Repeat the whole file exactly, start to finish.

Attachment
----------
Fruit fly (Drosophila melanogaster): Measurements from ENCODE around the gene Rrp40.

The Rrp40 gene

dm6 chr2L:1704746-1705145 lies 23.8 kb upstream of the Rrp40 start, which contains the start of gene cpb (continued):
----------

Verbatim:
Fruit fly (Drosophila melanogaster): Measurements from ENCODE around the gene Rrp40.

The Rrp40 gene

dm6 chr2L:1704746-1705145 lies 23.8 kb upstream of the Rrp40 start, which contains the start of gene cpb (continued):